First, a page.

Language skills and intercultural understanding widen opportunities for individuals, communities and society.” Professor Li Wei, IoE Director and Dean

The British Council is delighted to be part of the newly established National Consortium for Languages Education (NCLE), led by IOE and partnering with other stakeholders including the Goethe-Institut.

What is NCLE?

Recognising that we need more and better language skills in the UK, the NCLE aims to support high quality language education and to increase uptake of languages qualifications in Key Stage 4 and 5 in English state-funded schools. The consortium recognises and follows the recommendations and principles enshrined in Sir Ian Bauckham’s 2016 Modern Foreign Languages Pedagogy Review.

The NCLE is creating a national network of up to 25 lead hub schools across England. Each lead hub school will deliver training to up to seven partner schools to improve standards of language teaching and learning across the country. 

The programme focuses on French, German and Spanish as they make up over 90 percent of GCSE entries.  In addition to this, it will also increase access to home, heritage, and community languages, signposting to supporting materials and good practice, and working with supplementary schools. 

The NCLE is delivered by the IOE, UCL’s Faculty of Education and Society on behalf of the Department for Education (DfE) and in partnership with the British Council, Goethe-Institut and other stakeholders.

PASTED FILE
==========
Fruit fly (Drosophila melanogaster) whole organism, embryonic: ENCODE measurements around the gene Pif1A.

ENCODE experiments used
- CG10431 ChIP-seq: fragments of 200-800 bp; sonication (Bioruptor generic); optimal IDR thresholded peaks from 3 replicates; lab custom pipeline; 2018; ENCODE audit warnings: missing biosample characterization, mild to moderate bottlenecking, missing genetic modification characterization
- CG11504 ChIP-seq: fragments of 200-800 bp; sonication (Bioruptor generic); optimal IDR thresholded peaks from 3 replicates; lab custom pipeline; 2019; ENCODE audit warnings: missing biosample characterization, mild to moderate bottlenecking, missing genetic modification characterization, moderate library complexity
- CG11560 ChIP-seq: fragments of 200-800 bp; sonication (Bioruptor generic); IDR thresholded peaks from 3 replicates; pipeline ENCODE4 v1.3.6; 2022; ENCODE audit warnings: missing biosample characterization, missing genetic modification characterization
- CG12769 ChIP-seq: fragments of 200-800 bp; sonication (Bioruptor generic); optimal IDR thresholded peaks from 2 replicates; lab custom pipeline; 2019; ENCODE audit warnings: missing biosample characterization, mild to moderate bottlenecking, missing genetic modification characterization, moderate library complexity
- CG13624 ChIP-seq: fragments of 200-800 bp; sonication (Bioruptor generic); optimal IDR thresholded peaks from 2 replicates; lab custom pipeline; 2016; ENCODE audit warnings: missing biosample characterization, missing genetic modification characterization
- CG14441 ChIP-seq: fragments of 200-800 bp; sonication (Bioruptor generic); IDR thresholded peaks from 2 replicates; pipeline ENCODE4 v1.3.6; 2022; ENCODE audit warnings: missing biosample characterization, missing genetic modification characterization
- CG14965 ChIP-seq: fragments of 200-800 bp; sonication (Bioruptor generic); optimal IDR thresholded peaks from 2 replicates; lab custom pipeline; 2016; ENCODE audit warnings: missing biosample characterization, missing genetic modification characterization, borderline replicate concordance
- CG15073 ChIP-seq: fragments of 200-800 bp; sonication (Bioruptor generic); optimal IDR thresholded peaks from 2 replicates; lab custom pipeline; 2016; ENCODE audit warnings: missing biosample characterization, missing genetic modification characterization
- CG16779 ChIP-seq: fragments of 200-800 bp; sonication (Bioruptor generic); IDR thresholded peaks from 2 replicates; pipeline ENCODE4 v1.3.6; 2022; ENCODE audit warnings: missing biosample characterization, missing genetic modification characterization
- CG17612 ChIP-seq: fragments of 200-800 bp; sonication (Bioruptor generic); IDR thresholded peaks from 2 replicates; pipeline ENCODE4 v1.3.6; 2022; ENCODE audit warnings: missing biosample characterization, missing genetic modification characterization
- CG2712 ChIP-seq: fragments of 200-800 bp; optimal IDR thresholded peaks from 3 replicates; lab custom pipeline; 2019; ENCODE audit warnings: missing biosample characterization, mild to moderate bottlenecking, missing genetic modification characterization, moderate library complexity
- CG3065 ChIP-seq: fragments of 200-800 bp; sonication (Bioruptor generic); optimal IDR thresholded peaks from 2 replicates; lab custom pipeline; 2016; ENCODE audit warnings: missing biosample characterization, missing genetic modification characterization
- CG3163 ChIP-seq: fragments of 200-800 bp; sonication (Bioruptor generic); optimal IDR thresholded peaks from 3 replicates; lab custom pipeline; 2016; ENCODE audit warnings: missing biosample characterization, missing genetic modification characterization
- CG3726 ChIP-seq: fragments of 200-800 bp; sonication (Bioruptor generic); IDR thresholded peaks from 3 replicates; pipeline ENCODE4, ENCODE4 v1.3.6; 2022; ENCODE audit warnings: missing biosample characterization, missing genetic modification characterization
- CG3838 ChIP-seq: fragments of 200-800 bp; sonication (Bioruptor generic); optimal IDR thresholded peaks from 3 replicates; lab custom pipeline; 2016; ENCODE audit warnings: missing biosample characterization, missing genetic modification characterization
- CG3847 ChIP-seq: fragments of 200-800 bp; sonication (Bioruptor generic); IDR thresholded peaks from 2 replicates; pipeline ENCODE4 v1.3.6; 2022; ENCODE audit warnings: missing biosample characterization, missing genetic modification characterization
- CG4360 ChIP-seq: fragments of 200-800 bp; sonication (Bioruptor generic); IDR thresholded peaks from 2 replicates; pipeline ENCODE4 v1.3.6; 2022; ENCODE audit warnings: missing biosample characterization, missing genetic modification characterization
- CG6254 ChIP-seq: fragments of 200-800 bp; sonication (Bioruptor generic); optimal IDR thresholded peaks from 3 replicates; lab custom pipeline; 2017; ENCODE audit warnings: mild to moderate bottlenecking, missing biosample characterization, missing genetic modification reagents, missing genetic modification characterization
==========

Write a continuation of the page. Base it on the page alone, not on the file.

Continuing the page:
What are the NCLE aims?

The key aims for the NCLE are to:

• encourage high quality language teaching in schools

• increase languages uptake at GCSE

• support levelling up opportunities for disadvantaged pupils

• address the performance of boys

• better recognise and support the rich diversity of languages in addition to English spoken by one in every five of our pupils.

Within these aims, The German Promotion Project GIMAGINE is set up specifically to raise the profile of studying German, in recognition of the decline in German language learning in recent years.

Language learning in disadvantaged areas is a particular focus with an explicit requirement that at least 25% of partner hub schools must either be within an Education Investment Area or have acknowledged disadvantage levels.

How will NCLE achieve its aims?

25 lead hubs, each comprising up to seven partner schools, will work together to improve standards of language teaching across the country and increase the number of pupils studying languages.

The initial lead school hubs will start their work in September 2023 with further schools being recruited for 2024.

The first phase of the Lead Hub School recruitment is now closed. If you would like to be considered for the second phase of the Lead Hub School recruitment to take place in early 2024, please register your interest